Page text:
Never Do This to Protect Your Dog From COVID-19

Analysis by Dr. Karen Shaw Becker

hand sanitizer on dog paws

Story at-a-glance -

  • Recently, the FDA tweeted a warning to pet owners to avoid using hand sanitizer on dogs; this is a dangerous problem that developed in response to the SARS-CoV-2 virus
  • If you’re concerned about your dog’s exposure to the virus, while there’s probably little reason to be, the safest option is to simply bathe her using a gentle, non-toxic shampoo designed for pets
  • People are spending more time cleaning and sanitizing their homes these days; if chemical agents are used, it’s likely that the air in the home and a variety of surfaces are adding to the toxic load of everyone in the household, including pets
  • To keep both two- and four-legged family members safe and healthy, consider replacing chemical household cleaners with a few simple, inexpensive, and nontoxic agents

In the first few months after the arrival of the SARS-CoV-2 coronavirus here in the U.S., as I'm sure you're painfully aware, certain common household supplies became nearly impossible to find, for example, toilet paper. However, now that most of the original hot items are thankfully once again available, it seems some people are using them not only inappropriately, but in ways that can be dangerous for their pets.

Please Never, Ever Put Hand Sanitizer on Your Pet!

Recently, the FDA Center for Veterinary Medicine posted a warning tweet about hand sanitizers:

"Attention Pet Owners: Do not use hand sanitizer to clean your pet's paws. It can cause poisoning if absorbed through the skin. Hand sanitizer products can make your dog sick if eaten."1

And according to an article in This Dog's Life, it's bigger than just a "sanitized paws" problem, which would be bad enough:

"While people continue to race to the stores to stock up on hand sanitizers to protect themselves from COVID-19, some are using the disinfectant on their dogs — putting it on their paws, rubbing it in their coats and even applying to their face — to try and keep them safe. These good intentions are actually poisonous to our four-legged friend."2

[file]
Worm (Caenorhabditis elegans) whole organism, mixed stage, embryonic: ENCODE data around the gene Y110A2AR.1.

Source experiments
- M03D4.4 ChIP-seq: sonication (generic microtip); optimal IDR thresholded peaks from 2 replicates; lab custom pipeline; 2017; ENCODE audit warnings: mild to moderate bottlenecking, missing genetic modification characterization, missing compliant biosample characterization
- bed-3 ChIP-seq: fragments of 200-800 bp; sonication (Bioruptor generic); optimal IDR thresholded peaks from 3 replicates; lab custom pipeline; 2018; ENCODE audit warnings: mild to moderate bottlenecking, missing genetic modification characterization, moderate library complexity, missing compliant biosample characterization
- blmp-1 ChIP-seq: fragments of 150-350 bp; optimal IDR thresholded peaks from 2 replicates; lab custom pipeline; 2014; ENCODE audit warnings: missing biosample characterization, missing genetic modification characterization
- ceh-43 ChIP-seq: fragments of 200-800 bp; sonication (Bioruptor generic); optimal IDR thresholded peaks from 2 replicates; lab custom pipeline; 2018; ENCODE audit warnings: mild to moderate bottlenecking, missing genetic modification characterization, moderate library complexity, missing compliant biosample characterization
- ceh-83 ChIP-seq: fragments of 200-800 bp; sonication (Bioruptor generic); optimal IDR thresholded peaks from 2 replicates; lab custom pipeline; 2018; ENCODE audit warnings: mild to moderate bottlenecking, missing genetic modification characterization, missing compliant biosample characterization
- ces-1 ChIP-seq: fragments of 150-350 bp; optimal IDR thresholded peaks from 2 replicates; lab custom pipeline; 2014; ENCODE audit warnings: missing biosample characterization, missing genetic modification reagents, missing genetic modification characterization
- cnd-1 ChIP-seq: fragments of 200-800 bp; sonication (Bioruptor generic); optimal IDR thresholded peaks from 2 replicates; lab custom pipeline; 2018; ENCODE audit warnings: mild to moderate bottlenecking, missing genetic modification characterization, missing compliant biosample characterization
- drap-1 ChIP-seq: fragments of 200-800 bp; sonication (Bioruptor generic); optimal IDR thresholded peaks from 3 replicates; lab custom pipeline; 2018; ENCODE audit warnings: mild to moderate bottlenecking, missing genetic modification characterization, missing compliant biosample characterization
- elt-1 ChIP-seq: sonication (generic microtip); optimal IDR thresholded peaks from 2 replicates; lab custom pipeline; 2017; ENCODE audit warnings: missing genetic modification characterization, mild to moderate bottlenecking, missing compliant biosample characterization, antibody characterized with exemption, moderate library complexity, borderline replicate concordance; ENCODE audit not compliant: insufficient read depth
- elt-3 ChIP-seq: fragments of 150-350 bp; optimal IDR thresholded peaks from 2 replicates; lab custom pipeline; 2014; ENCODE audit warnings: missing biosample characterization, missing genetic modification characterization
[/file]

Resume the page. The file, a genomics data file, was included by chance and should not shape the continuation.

Sometimes, uninformed good intentions can lead to unintended disastrous consequences.

"If a hand sanitizer is applied directly to dog's skin near open wounds, cuts, scrapes or an irritated surface, this can aggravate a current problem, causing pain and discomfort and could potentially result in an allergic reaction," veterinarian Dr. Tamara Johnson told This Dog's Life. "It also dries out the skin and can predispose to additional skin conditions."

According to Johnson, potentially problematic ingredients found in hand sanitizers, antibacterial wipes, and antibacterial soaps and body washes include:

  • Ethanol, which can lead to alcohol poisoning in pets
  • Benzalkonium chloride, which is often found in alcohol-free products, can cause excessive drooling and ulcers of the lips and tongue
  • Triclosan, which may cause skin cancer after long-term use, may contribute to antibiotic resistance, and has been reported alter hormone regulation in animals
  • Methanol, a wood alcohol, which has been reported to cause severe problems in humans and is very toxic (it hasn't yet been studied in dogs, but why take the chance?)

If Your Dog Needs Sanitizing, a Bath Is the Way to Go

There's very little reason for dog parents to be concerned their pet will either contract SARS-CoV-2 or transmit the virus, and I say "very little" rather than "no" reason simply because this is a novel coronavirus and there's much yet to be learned about its behavior.

You can find the most recent CDC information and guidance for people with pets, dated May 15, 2020, here, and the most recent American Veterinary Medical Association (AVMA) information, dated June 11, 2020, here.

In my opinion, good old soap and water (or in the case of pets, dog or cat shampoo) are the best way to protect you and all your two- and four-legged family members from SARS-CoV-2 and most communicable pathogens. I don't recommend routine use of chemical products like hand sanitizers and antimicrobial agents. They should be used only in situations in which there's no soap and water available — and never on pets for any reason.

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Is Your Cleaning Routine Risking Your Pet's Health?

Since the first reports of the novel coronavirus broke earlier in the year, the Pet Poison Helpline has seen a 100% increase in phone traffic from people concerned about their pet's exposure to common household cleaning products. Unfortunately, potentially toxic chemicals are being used on a more frequent basis in more households, and unintended consequences are inevitable.

For example, if your pet walks through a spilled chemical cleaning agent, it will be absorbed into her paw pads. When she licks her paws (as all animals do) and ingests the substance, it can lead to stomach irritation, diarrhea, vomiting and worse.